• June 28th 2006, 09:17 PM
bobby77
|6-5x| = 3x -7
• June 28th 2006, 10:49 PM
Iskarius
|6 - 5x| = 3x - 7

6+5x = 3x - 7 (minus 3x from both sides)

6 + 2x = -7 (minus 6)

2x = -13 (divide by 2)

x = -13/2

6 - 5x = 3x - 7 (minus 3x from both sides)

6 - 8x = -7 (add 6)

-8x = -1 (divide by -8)

x = 1/8

x = -13/2 and x = 1/8

I think that's right.
• June 29th 2006, 12:40 AM
Rich B.
bobby77|6-5x| = 3x -7

Hi Bobby:

As you are perhaps aware, the meaning of absolute value is the distance to the origin (i.e., zero) on the real [number]line. So, for instance, |3|=3 because the distance from 3 to zero on the real line is 3 units. Similarly, the distance from -3 to zero is also 3 units and, therefore |-3|=3.

Now, suppose I tell you there is a number (or numbers) inside the set {}. Further, I will tell you that the distance from any number in the set is 8. Acording to the discussion above, this means that if x is in that set, then |x|=8. Therefore, the set contains, at most, two numbers which can only be 8 and/or -8. Hence x=8 or x=-8.

The object of the preceding paragraph is to convince you that, given |u|=k, and k>=0, then it must follow that u=k, and/or u=-k.

In your case, we are given:

|6-5x| = 3x-7. So,

6-5x = (3x-7) or 6-5x = -(3x-7)

Case 1: 6-5x = (3x-7). Adding 7 to both sides gives 13-5x = 3x. Adding 5x to both sides of this gives 13=8x which is equivalent to 8x=13. Finally, dividing by 8 leaves x=13/8 or 1.625.

Case 2: 6-5x = -(3x-7)
Distributing the -1 on the right side gives 6-5x = -3x+7. Skipping the details, this equation has solution x=-0.5.

Now, the all important step in solving equations involving absolute value is, CHECK YOUR "SOLUTIONS"! If substituting a number for the variable in the original equation results in a true statement, then that number is, in fact, a solution. On the other hand, if such substitution results in a false statement, such as, 3=5, then the substituted number is NOT a solution of the equation.

I leave it for you to test both 1.625 and -0.5 as possible solutions of |6-5x| = 3x-7.

By the way, has your teacher yet taught you to graph equations involving absolute value? If so, there is a quick test for the existence of solutions that I will gladly share with you.

Regards,

Rich B.
• June 29th 2006, 03:27 PM
Quick
Quote:

Originally Posted by Iskarius
|6 - 5x| = 3x - 7

6+5x = 3x - 7 (minus 3x from both sides)

6 + 2x = -7 (minus 6)

2x = -13 (divide by 2)

----------

I think that's right.

I just want to point out that $\left|6-5x\right|\neq6+5x$
rather, $\left|6-5x\right|$ can be solved for $\pm\left(6-5x\right)$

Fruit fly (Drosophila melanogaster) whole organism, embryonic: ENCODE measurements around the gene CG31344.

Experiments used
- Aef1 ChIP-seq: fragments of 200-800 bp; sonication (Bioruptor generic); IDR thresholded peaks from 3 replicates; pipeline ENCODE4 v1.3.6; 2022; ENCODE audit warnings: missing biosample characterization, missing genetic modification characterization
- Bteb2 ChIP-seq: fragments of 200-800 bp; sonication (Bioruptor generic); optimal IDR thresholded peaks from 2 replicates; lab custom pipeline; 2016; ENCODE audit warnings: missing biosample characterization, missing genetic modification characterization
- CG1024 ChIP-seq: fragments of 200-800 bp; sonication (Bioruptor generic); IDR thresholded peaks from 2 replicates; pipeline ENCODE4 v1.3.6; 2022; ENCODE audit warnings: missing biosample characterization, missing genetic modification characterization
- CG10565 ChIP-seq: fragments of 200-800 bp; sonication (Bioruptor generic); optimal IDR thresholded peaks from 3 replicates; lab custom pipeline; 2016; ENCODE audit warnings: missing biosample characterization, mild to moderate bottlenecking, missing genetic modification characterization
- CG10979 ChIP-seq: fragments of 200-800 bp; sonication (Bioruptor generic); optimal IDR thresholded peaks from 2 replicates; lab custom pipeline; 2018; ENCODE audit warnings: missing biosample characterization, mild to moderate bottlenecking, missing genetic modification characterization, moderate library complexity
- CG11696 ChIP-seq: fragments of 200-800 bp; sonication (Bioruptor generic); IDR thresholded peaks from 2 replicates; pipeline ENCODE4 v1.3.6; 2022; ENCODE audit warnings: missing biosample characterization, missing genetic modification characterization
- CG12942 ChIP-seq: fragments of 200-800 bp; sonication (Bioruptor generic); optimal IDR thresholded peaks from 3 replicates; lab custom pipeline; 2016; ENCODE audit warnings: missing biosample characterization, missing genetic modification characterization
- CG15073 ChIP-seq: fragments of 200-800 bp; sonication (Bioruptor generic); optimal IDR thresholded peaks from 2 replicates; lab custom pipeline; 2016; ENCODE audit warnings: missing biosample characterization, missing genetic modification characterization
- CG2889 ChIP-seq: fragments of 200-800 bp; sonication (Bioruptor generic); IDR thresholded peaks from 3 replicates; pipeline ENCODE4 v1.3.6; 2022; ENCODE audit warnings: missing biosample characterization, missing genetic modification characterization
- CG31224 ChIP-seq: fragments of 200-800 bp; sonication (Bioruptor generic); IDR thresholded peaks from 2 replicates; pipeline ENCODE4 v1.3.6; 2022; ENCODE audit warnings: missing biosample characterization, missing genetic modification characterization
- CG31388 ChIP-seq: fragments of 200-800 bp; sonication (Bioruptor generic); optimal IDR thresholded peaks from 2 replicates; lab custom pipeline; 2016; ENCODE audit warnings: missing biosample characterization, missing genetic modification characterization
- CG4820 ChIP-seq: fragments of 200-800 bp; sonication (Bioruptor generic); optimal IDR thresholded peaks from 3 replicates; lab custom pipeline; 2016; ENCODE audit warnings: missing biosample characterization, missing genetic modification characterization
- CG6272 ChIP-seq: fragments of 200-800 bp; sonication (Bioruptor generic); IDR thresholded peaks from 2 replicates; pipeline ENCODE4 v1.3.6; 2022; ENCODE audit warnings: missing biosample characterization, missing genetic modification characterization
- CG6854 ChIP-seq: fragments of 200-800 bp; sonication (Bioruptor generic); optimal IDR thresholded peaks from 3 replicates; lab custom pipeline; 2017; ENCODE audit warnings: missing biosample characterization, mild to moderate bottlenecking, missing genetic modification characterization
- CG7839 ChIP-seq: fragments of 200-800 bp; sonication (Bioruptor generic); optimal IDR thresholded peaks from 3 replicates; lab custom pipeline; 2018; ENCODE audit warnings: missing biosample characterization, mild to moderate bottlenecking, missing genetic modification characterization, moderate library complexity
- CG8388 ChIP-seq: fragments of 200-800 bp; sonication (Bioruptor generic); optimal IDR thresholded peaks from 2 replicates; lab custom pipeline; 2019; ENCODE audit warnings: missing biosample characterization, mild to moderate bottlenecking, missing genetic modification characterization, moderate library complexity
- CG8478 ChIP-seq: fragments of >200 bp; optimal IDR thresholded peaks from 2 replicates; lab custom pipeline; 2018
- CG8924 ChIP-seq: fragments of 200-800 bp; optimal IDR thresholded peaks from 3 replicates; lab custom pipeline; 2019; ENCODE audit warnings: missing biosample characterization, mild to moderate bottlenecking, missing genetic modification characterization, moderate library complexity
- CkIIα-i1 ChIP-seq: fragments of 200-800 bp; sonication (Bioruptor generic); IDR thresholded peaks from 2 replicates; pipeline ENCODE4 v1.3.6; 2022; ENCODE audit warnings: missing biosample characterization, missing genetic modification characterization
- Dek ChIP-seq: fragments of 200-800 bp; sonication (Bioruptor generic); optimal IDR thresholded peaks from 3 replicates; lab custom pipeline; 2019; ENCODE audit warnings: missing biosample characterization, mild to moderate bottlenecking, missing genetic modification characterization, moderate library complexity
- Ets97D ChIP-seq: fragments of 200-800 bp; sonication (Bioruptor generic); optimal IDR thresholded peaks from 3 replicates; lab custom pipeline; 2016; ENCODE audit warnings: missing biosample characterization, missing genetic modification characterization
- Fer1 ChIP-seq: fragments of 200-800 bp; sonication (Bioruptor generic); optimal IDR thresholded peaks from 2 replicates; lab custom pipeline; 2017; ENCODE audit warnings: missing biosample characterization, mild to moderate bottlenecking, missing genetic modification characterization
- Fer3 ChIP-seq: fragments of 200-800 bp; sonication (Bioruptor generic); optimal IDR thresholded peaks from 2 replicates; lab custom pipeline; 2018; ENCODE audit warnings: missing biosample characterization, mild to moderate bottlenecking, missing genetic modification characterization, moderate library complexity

• June 29th 2006, 03:27 PM
ThePerfectHacker
Given,
$
|6-5x|=3x-7$

If, $6-5x\geq 0 \rightarrow x\leq 1.2$ then $|6-5x|=6-5x$ thus,
$6-5x=3x-7$
Thus,
$-8x=-13$
Thus,
$x=1.624 \leq 1.2$--->a solution

If $6-5x<0 \rightarrow x>1.2$ then, $|6-5x|=5x-6$
Thus,
$5x-6=3x-7$ thus,
$2x=-1$ thus, $x=-.5\not > 1.2$--->no solution.
• July 8th 2006, 07:06 AM
Rich B.
• July 8th 2006, 06:03 PM
ThePerfectHacker
Quote:

Originally Posted by Rich B.

Forgive me, typed the wrong charchter. $x=1.625$
• July 8th 2006, 09:01 PM
Rich B.
Hello Again:

Perhaps I have lost my way somewhere en route but, the right side of initial equation, when evaluated at x=1.625, is negative; is it not? And, if so, that doesn't jive with left member being an absolute value. Do you agree with this line of reasoning?

Rich
• July 9th 2006, 05:09 AM
Soroban
Hello, bobby77!

I was getting very strange answers . . . then I found out why.

Quote:

$|6-5x| \:= \:3x -7$

We have two graphs: . $y \,= \,|6 - 5x|$ and $y \,= \,3x - 7$
. . and we are asked to find their intersection(s).

The first function is: . $y\:=\:|6-5x|\;=\;|5x-6|\:=\:5\left|x-\frac{6}{5}\right|$

The graph of $y = |x|$ is a "V" with its vertex at the origin.
This graph has been moved $\frac{6}{5}$ units to the right
. . and has a vertical "stretch" by a factor of 5.

Its graph looks like this:
Code:

          *|        *           6*      *             |*    *             | *  *             |  * *       - - - + - * - - -             |  6/5

The second function is: . $y\:=\:3x-7$
This is a straight line with intercepts $\left(\frac{7}{3},0\right),\;(0,\text{-}7)$
Its graph looks like this:
Code:

            |              o             |            o             |          o             |        o       - - - + - - - o- - - - -             |    o 7/3             |  o             | o         -7 o           o |

Graph the two functions on the same set of axes and we get:
Code:

          *|        *        o           6*      *      o             |*    *      o             | *  *    o             |  * *    o       - - - + - * - o- - - - - -             |    o             |  o             | o         -7 o           o |

Get it? . . . The graphs don't intersect!

Therefore, the equation has no solutions.

• July 9th 2006, 05:33 AM
ThePerfectHacker
Quote:

Originally Posted by Rich B.
Hello Again:

Perhaps I have lost my way somewhere en route but, the right side of initial equation, when evaluated at x=1.625, is negative; is it not? And, if so, that doesn't jive with left member being an absolute value. Do you agree with this line of reasoning?

Rich

$1.625\leq 1.2$
Thus, there are no solutions are Soroban said.
• July 9th 2006, 05:41 AM
ThePerfectHacker
In fact you can turn and absolute value equation into a quadradic.
Using the identity, $|x|=\sqrt{x^2}$.
Thus, the equation becomes,
$\sqrt{(6-5x)^2}=3x-7$
Assume that a solution exists.

Then,
$(6-5x)^2=(3x-7)^2$
Then,
$(6-5x)^2-(3x-7)^2=0$
Thus,
$(6-5x+3x-7)(6-5x-3x+7)=0$
Thus,
$(-2x-1)(-8x+13)=0$
From here we have,
$x=-.5,1.625$
Now we check cuz we assumed and see that they do no work. Thus no solutions.

You can instead of assuming the solution exists find the conditions for a solution to exist which is when,
$6-5x\geq 0$ and $3x-7\geq 0$